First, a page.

ENST 250 Environmental Issues and Culture in USA and Russia (2) Recommended: Recommended for Freshmen and Sophomores only. Explore environmental issues and culture with university students at Moscow State University of Environmental Engineering, Moscow, Russia via weekly videoconferences. Culture and environmental issues of both countries will be examined via individual and group presentations and guided discussions.

ENST 281 Computer Aided Design in Ecology (3) Restriction: Must be in Environmental Sci & Tech program. Basics of Computer Aided Drawing (CAD) applied to design of constructed ecosystems. Introduction to dynamic ecosystem modeling with iconographic simulation software. Course will spend 6 weeks on CAD and 8 weeks on modeling. Use of campus stormwater wetland as case study.

ENST 301 Field Soil Morphology I (1) Restriction: Permission of AGNR-Environmental Science & Technology department. Formerly: ENST308. This is a field-oriented course that introduces students to the techniques used to (1) describe soil morphology, and site and profile characteristics, (2) make land use interpretations based on soil characteristics, and (3) classify soils. This class is designed to prepare students for the Regional Collegiate Soil Judging Contest and for students to gain experience in the description and interpretation of soils in the field.

ENST 302 Field Soil Morphology II (1) Prerequisite: ENST301. Restriction: Permission of AGNR-Environmental Science & Technology department. Formerly: ENST308. This is the second field-oriented course in a three course sequence that provides intermediate training for students in the techniques used to (1) describe soil morphology, and site and profile characteristics, (2) make land use interpretations based on soil characteristics, and (3) classify soils. This class is designed to prepare students for the Regional Collegiate Soil Judging Contest and for students to gain experience in the description and interpretation of soils in the field.

ENST 303 Field Soil Morphology III (1) Prerequisite: ENST302. Restriction: Permission of AGNR-Environmental Science & Technology department. Formerly: ENST308. This is the third field-oriented course in a three course sequence that provides intermediate training for students in the techniques used to (1) describe soil morphology, and site and profile characteristics, (2) make land use interpretations based on soil characteristics, and (3) classify soils. This class is designed to prepare students for the Regional Collegiate Soil Judging Contest and for students to gain experience in the description and interpretation of soils in the field.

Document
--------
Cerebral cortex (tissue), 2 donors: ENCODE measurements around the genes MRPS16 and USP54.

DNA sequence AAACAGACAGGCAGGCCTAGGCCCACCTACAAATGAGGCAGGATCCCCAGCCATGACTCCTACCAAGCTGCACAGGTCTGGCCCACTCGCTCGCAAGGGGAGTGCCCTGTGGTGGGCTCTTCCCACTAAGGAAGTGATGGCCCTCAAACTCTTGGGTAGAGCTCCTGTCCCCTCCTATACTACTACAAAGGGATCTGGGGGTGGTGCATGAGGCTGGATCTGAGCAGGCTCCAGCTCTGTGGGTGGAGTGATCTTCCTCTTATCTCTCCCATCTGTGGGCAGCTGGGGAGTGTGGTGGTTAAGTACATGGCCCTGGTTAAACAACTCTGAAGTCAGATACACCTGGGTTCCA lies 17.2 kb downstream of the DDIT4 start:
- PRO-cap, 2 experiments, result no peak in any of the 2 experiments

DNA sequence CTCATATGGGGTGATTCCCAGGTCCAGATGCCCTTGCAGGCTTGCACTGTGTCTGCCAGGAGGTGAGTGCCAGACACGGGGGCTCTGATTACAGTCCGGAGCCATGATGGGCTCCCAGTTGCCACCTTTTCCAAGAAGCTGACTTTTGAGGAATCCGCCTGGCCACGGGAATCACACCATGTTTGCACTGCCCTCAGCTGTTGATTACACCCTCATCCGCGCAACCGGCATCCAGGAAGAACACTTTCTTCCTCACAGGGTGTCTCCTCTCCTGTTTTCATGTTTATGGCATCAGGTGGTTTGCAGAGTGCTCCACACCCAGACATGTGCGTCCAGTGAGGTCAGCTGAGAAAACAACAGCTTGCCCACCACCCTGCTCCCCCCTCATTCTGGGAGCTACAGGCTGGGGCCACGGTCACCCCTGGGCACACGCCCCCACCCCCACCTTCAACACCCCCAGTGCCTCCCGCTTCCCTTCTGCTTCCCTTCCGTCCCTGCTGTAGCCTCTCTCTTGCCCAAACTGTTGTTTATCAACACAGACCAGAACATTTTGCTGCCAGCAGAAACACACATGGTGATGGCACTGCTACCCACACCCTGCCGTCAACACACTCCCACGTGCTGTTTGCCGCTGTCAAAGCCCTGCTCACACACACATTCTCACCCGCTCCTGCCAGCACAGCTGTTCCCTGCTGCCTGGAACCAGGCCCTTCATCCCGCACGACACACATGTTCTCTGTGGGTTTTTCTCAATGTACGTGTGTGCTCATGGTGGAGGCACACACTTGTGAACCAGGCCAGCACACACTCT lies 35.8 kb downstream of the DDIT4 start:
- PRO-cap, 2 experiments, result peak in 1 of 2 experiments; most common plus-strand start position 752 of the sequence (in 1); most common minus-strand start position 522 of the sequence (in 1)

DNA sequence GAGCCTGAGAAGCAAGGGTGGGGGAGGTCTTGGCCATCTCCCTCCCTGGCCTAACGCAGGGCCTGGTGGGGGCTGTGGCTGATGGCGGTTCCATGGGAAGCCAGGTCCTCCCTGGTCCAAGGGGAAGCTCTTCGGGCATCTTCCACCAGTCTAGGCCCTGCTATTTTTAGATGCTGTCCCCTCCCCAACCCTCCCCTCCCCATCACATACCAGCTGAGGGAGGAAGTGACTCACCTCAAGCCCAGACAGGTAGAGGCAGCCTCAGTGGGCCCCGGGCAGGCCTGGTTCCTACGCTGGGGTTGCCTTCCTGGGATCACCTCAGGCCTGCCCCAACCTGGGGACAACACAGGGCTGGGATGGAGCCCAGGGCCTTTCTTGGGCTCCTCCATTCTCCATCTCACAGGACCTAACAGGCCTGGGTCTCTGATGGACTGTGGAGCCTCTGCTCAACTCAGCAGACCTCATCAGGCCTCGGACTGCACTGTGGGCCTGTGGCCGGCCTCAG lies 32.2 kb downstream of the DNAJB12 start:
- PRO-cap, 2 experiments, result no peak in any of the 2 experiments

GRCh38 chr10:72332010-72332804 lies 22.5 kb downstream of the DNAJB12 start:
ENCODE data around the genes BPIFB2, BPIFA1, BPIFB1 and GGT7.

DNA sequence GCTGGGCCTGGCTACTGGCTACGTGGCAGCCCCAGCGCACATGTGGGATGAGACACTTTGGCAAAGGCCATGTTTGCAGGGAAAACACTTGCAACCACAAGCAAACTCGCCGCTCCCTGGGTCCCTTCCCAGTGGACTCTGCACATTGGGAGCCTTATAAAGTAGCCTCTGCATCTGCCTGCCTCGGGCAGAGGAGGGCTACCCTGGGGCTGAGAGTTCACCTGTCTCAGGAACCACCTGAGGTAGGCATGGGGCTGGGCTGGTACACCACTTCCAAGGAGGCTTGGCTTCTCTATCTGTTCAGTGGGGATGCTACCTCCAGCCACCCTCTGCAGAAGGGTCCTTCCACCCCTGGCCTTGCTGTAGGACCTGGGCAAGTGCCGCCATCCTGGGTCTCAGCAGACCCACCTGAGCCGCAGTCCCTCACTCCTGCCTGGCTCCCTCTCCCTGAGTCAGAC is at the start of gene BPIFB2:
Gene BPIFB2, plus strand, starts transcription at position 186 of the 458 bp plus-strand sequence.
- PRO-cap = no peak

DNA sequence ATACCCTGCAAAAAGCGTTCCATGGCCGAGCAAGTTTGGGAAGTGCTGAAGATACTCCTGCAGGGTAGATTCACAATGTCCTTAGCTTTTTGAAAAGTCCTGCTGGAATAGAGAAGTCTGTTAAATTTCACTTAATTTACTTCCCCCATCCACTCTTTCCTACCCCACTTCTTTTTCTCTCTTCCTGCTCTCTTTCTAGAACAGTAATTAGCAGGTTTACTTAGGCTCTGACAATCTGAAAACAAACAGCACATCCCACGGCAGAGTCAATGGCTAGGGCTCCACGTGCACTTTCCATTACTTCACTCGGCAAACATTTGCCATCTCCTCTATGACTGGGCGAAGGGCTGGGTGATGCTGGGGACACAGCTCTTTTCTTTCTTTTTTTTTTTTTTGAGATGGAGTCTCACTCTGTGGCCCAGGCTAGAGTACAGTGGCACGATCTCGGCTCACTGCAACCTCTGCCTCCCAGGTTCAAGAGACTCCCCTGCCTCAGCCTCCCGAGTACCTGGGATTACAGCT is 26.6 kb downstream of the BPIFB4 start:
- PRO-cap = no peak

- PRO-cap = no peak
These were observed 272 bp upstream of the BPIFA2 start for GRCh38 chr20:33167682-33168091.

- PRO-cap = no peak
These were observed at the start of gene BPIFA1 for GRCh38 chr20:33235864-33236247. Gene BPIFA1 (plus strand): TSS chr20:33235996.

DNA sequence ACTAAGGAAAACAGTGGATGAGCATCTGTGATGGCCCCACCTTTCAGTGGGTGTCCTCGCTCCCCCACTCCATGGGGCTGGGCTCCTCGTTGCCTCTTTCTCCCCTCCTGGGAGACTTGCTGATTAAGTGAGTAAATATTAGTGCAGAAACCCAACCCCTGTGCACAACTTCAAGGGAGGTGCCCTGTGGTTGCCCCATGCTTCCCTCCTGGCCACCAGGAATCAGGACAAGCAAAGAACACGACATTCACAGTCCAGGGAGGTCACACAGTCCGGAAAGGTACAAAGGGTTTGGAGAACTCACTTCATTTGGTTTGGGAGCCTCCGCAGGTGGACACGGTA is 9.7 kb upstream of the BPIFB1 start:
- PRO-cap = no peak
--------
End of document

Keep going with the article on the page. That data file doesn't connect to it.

ENST 308 Field Soil Morphology (1) Restriction: Permission of AGNR-Agricultural & Resource Economics department. Repeatable to 4 credits. Formerly: NRSC308. Intensive field study of soils with particular emphasis on soil morphology, soil classification, and agricultural and urban soil interpretations. Focus is on soils of the Northeast US. The lab period is devoted to field trips, and student efforts culminate in a mandatory extended field trip.

ENST 309 Advanced Field Soil Morphology (1) Prerequisite: ENST301. Restriction: Permission of AGNR-Environmental Science & Technology department. Repeatable to 3 credits if content differs. This is a field-oriented course that provides advanced training for students in the techniques used to (1) describe soil morphology, and site and profile characteristics, (2) make land use interpretations based on soil characteristics, and (3) classify soils. This class is designed to prepare students for the National Collegiate Soil Judging Contest and for students to gain experience in the description and interpretation of soils in the field. Students will be exposed to a variety of soil landscapes and geology from outside of the northeastern U.S.